The very idea of "witnessing" may be connected not with the witnessing of the truth of the religion, but the identity of the person of the Imam, and these speculations clearly point to that. The Deity further on creates Da'ud from His own sweat. This is another primitive way of avoiding the idea of creation from nothing. Banyamīn was "called out," as if he had already existed before having been called, and Da'udd was thus related to the Deity, by substance. The next saint, Pir-i Musi, was not created from nothing, but made out of hu i.e. the name of God, so much used in Suf'ism, simply "He", and hui i.e. Divine ipseity. The next saint is created from the seal, muhr, of the Deity. The seal, khātam, in Arabic, here evidently symbolizes his functions as the Angel of Death, although this might have been a later development.

It is difficult to understand why the second saint is called Da'ud, undoubtedly a purely Biblical name which frequently occurs in Ali-ilahi stories,. In Islamic ideas Biblical David does not play any big part. Contrary to this, Musa, Biblical Moses, was by some sects regarded as the greatest of the Apostles of God, because he was the fourth, and the number four is the "most perfect".18 We may also remember that the early Khattābites had amongst their "angels" or prophets a "Robust Moses." The epithet of Pīr-i Mūsī, qalam-zan-i Lawh, "writer on the tablet," is also Biblical, obviously referring to the Tables of Law, received on mount Sinai. The name of the fourth angel, Mustafay-i Da'udan, is again enigmatic. It is quite probable that all these names belonged to the saints, members of the original sect which laid the foundation to Ali-ilahism, and that they simply bore ordinary Biblical names: Benjamin, David, Moses, and a certain "son of David," who later on received the name of Mustafa.

The idea that the Deity, having created the world, found no task more urgent than that of establishing the institution of the pīr-ship and its relation with the murid , is a part of the Sufic vision of the world. In such an ideology the relations of the Pir and murid are certainly fundamental. The deliberate emphasising of the paradoxical situation in which ,the Deity wants to become a murīd of His own creation, is also a Sufic symbol. It was obviously intended as an aetiological myth for the situation in which the Prophet, who actually was the "instructor" of Ali, i.e. the person who conveyed to him the still unrevealed portion of the Divine Revelation, was in fact a murīd, while Ali was the Pir, being a Divine incarnation.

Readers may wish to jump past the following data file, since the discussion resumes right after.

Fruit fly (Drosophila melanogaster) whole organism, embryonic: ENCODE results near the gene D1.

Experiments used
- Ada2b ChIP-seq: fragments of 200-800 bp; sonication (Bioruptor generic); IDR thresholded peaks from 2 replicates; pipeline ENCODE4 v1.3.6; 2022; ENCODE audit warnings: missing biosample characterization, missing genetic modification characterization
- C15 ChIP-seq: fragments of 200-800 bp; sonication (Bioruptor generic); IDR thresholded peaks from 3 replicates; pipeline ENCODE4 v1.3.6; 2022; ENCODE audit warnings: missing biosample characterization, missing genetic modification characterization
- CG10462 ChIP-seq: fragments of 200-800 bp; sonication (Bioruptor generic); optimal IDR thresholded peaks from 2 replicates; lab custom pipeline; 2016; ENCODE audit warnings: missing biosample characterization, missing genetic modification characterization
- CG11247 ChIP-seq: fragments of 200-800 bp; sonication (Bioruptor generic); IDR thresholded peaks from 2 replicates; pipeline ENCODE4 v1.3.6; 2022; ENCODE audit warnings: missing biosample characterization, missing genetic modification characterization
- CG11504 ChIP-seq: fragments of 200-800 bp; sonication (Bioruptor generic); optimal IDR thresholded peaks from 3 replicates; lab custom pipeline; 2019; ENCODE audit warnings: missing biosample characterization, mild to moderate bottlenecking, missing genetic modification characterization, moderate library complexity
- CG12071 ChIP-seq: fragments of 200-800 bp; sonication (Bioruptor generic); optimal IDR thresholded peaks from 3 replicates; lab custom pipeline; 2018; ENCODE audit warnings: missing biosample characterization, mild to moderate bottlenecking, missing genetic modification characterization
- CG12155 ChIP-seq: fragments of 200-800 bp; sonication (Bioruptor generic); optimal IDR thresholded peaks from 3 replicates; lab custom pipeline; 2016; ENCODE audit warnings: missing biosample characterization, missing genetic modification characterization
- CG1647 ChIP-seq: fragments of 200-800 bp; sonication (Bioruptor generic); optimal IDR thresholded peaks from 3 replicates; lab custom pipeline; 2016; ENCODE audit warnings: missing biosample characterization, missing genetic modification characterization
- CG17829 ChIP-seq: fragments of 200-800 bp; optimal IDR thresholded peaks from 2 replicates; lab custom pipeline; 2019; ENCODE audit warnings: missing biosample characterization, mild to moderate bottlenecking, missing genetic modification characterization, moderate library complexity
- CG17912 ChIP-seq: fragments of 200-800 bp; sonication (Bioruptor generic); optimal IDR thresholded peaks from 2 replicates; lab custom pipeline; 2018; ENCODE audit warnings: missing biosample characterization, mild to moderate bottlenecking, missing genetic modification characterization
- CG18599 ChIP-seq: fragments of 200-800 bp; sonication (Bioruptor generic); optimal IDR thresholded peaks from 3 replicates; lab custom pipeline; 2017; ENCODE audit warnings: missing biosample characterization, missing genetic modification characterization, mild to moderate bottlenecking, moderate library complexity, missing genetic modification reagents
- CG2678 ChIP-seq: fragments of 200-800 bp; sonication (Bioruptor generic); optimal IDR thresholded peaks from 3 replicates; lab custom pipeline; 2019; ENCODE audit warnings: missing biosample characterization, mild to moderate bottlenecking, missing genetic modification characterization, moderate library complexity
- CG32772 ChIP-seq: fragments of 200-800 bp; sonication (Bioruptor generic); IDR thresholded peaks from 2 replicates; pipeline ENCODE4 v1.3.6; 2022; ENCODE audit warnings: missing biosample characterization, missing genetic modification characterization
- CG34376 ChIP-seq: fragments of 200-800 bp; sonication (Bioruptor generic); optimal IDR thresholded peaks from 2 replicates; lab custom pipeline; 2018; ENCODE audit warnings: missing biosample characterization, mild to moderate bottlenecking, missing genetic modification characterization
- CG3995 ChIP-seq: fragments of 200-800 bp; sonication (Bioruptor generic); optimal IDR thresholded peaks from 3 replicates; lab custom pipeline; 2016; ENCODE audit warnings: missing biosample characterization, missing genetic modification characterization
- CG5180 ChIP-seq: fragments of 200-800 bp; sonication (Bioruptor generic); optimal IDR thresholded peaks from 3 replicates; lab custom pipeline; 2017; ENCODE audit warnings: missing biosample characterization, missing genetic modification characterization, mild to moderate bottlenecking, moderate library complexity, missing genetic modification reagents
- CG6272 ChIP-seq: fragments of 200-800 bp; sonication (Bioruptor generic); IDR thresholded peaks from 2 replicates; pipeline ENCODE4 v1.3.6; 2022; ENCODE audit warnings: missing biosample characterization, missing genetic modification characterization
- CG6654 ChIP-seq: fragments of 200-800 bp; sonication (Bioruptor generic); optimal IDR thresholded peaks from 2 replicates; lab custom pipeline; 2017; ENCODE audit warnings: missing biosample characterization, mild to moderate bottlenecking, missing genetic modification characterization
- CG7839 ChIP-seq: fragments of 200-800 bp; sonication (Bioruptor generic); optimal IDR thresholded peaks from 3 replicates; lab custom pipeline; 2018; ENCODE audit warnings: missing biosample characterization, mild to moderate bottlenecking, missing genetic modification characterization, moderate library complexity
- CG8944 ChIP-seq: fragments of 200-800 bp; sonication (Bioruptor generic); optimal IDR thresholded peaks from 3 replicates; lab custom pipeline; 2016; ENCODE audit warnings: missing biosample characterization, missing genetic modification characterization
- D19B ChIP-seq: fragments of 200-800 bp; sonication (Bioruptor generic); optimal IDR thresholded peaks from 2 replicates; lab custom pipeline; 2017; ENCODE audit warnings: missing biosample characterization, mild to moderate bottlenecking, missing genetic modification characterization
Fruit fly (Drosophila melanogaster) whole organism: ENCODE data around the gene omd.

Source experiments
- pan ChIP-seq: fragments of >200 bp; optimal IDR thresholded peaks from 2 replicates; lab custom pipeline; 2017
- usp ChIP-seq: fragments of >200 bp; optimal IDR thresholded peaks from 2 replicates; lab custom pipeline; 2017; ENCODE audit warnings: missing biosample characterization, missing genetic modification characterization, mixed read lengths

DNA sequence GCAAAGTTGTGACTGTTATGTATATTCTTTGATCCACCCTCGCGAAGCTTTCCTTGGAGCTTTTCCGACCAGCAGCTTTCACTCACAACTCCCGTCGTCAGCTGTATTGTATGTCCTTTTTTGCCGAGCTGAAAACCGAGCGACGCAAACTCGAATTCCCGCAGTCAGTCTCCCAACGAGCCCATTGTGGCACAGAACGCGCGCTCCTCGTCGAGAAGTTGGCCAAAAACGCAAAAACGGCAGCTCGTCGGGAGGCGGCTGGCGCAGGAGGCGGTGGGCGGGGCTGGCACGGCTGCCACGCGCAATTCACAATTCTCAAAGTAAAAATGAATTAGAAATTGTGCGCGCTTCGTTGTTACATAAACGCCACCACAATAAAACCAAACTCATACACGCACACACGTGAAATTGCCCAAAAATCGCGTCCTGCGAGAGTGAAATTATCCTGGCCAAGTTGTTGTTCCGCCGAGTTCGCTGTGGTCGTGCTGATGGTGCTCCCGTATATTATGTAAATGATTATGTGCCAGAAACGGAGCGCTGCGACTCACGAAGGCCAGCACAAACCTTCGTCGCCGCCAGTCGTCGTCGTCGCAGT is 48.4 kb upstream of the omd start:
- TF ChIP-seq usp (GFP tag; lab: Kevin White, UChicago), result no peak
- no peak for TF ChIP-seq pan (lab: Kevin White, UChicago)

The creation of the jawz, a nut (in practice it is what is called jawz-i buya nutmeg) from the Creator's own sweat is another aetiological myth, intended to stress the Divine origin of the ceremony. The nut is offered as a substitute for one's head, which is "entrusted" or "given" (supurda or dada shawad) to the Pir , who cuts it to pieces which he, distributes amongst those present at the ceremony. I hope to deal elsewhere with the details of the ceremony, and their symbolism. 19

As has been mentioned above, the Deity, having laid the foundations to these ceremonies, disappears, instructing the participants carry on the preaching and guidance of people towards God (here Jawhar.)

The next item is the mystical hierarchy, quite common amongst all the Sufic schools. It exists in a great number of variants, and although its original implications have been forgotten, such matters as the qutb, chihil tan, rijal-ighyab, etc are on everyone's tongue. 20

This is here called the jam i.e. ceremonial assembly, which was in the dharra'i kull or dharra -i gil ? The first expression appears to be far-fetched, while the second may simply be hyperbolism in the reverse, dharra-igil, "a speck of mud" standing for the name of the earth. 21 Further on it is said that assembly, jam , was held in Fire, while in the world there was the domination of fire, saltanat-i nar 22 Some of the sectaries whom I consulted found this idea strange and insisted that the text should be corrected to the effect that the first assembly jam was held zir-i saj-i nar . Saj is the Turkish word for frying pan, and the expression Saj-i Nar, which occurs rather often in Ali-ilahi texts, simply means sky. 23

The end of the fragment apparently contains the story of the insurrection of the disobedient spirits, and their punishment. It is quite unconnected with the preceding stories, and it seems that the author simply added it for record. Eschatological stories seem to be rare in such texts. Here the name of Iblīs appears in the Yezidī form of Malak Taus, i.e. Peacock. 24 Unfortunately for the student, the story is left unfinished.

Thus the fragment, despite its small size contains interesting information which merits recording. Its mixed style, in which colloquial, "bazar", expressions are interspersed with the attempts at writing in a learned manner, with Arabic quotations and terms, and above all the author's obvious helplessness in expressing his thoughts gives us to some extend a guarantee that he was acting in dead earnest while recording these stories.